[A/N: Please excuse the formatting! I copied and pasted this from Google Docs.]
Sabrina was tasked with cleaning out the attic. She loved her great-great-aunt Ida (everyone did) but Ida was a bit of a hoarder. Anyone who saw her attic would agree.
Great-Great-Aunt Ida was moving to a retirement village down in Florida and the family was helping her move her boxes out of her house to the moving truck. Uncle Harrison was cleaning out the kitchen and dining room, Mom was doing the backyard and shed, Dad was doing the two bedrooms, Quincy was cleaning out the living room, and because she was the smallest, Sabrina was assigned the crawl space. Grandpa and Grandma were already in Florida, settling into their own home.
“I do not see why I have to move!” Sabrina could hear Ida exclaim through the floorboards, “I am perfectly happy in my own home.”
“I know, Auntie Ida, but you can’t get up and down the stairs no more,” Quincy said, “Besides, you’ll be with Gramps and Grams near the beach.”
“Quincy, I have lived in this home for seventy-five years. I am not going to live much longer and I want to live my final days in my home.”
Sabrina shook her head and returned to the boxes. She understood Ida’s point, but what is the point of staying in your own home if you can’t move around it?
Sabrina continued to work as she listened to the conversation below. Dad joined it as Sabrina took the first round of boxes to the moving truck. There was nothing important about them. They were just filled with old junk from mom’s childhood. Sabrina climbed back up to the attic and was taking the second round of boxes, which held photographs, down in no time. Sabrina took a few pictures of photographs that interested her with her phone.
The third box was different. It was dusty, and covered in spiderwebs, as if it had been forgotten for a long time. The light shining through the windows for years had faded the box. Sabrina pulled it out of the corner it was sitting in and began looking at it. It had a name written on its side: Philip Edgar Fields. Edgar? That was Sabrina’s middle name. She hated it, mostly because it was a man’s name, and she had thought her mother had a stroke while deciding it.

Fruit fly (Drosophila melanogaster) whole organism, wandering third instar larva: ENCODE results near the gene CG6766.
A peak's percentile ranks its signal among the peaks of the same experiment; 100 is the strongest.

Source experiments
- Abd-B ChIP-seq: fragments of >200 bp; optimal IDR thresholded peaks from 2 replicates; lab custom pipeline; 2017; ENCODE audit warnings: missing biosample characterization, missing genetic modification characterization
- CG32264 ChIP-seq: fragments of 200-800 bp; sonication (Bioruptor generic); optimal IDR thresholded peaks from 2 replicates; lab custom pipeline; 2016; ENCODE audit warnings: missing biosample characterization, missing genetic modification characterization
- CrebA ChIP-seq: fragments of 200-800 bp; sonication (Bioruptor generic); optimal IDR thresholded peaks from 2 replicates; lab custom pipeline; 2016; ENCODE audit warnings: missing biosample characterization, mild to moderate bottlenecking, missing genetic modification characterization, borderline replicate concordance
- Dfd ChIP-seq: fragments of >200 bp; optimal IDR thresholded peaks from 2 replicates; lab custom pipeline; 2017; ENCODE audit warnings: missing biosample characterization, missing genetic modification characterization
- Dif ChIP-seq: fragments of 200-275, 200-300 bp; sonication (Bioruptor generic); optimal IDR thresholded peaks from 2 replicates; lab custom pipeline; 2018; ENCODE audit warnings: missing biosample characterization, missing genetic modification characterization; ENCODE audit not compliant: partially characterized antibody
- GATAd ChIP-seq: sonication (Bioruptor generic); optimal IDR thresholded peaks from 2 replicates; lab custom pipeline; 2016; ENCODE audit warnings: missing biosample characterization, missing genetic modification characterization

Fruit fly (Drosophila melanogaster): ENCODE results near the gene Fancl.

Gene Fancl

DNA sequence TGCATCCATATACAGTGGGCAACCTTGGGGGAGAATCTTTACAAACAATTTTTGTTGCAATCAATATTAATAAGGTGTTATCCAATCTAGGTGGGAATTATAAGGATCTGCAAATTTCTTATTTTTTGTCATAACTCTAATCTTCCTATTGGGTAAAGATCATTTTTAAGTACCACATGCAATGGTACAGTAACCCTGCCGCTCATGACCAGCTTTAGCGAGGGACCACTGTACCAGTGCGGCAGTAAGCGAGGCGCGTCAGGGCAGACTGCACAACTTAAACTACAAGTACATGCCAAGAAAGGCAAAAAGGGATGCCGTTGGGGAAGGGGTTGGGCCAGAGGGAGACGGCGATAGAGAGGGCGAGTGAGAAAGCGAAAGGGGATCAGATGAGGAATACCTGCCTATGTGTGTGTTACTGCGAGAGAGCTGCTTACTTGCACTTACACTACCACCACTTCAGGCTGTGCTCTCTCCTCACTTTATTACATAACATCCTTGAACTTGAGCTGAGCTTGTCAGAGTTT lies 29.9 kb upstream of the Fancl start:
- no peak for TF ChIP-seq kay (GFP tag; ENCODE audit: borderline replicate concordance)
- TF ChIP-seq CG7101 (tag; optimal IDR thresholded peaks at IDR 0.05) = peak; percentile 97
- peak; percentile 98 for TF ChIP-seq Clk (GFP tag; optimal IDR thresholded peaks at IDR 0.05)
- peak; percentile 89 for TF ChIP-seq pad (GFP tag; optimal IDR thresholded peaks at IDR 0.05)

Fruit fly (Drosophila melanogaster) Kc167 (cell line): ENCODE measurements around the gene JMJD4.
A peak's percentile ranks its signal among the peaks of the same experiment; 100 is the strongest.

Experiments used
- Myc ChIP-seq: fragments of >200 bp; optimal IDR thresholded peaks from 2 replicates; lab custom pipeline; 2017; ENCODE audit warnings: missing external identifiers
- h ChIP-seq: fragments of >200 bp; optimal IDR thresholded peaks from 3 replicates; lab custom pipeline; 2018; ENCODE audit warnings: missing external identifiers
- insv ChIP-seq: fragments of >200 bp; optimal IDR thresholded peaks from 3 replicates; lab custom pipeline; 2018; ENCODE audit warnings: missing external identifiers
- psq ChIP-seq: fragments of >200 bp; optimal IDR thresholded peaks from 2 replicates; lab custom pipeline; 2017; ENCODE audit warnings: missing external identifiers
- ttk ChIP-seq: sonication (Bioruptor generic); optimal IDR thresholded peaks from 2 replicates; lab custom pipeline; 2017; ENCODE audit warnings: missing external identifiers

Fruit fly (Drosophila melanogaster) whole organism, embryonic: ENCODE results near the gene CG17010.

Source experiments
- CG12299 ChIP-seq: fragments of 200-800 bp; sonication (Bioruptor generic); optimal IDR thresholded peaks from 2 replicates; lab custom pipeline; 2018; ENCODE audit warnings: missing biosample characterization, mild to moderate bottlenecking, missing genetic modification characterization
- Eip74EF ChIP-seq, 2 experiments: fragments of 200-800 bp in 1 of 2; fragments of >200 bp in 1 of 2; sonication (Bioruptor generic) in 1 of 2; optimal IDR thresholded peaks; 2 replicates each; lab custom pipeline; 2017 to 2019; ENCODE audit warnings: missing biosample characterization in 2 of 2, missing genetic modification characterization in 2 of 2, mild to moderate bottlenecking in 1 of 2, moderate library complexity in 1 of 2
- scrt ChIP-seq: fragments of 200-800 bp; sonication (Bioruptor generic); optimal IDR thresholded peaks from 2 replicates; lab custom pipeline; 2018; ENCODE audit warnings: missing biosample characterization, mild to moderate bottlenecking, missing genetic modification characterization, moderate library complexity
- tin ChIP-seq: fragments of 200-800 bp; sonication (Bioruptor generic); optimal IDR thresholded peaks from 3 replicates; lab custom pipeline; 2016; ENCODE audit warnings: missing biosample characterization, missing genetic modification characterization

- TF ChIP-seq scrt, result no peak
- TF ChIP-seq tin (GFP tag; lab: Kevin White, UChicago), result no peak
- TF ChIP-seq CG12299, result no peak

Sabrina opened the box and began looking through it. At first she thought there were just more photographs, but as she dug farther, there was more. Medals, letters, and a journal. A singular journal, with a green leather color, beautiful decals, and the same name as the box. Philip Edgar Fields - 1943. The cover was torn in some parts, and the edges of the pages were dirty, but it looked well cared for. Sabrina began flipping through it, careful not to tear any of the pages, and ignoring the letters and photographs all together. Only a third of it was full and some pages were so badly damaged that Sabrina couldn’t read most parts.
After a while of flipping through the first pages, Sabrina set it down in the box and rushed downstairs, where Ida was sitting on her couch, holding a picture frame in her hand. The couch was the only thing in the room that hadn’t been moved.
“Auntie Ida?” Sabrina asked, rounding the stairwell and walking over to her.
Ida sighed. “Yes, dear?”
Sabrina paused for a moment, contemplating her next words. Ida had never talked about her life before Grandpa Otis was born. Sabrina had thought she had just forgotten about it, as old people do, but looking through the box made her realize that may not be the case.
“Sabrina, dear?” Aunt Ida said, setting the photo down, “May I help you?”
“Can you tell me a story, Auntie Ida?” Sabrina asked.
“You are nearly sixteen, dear,” Ida said, “Are you not too old for stories?”
“I don’t think so.”
Ida smiled and motioned for Sabrina to sit next to her, “What would you like a story about?”
“If it’s fine with you, I’d like a story about Philip.”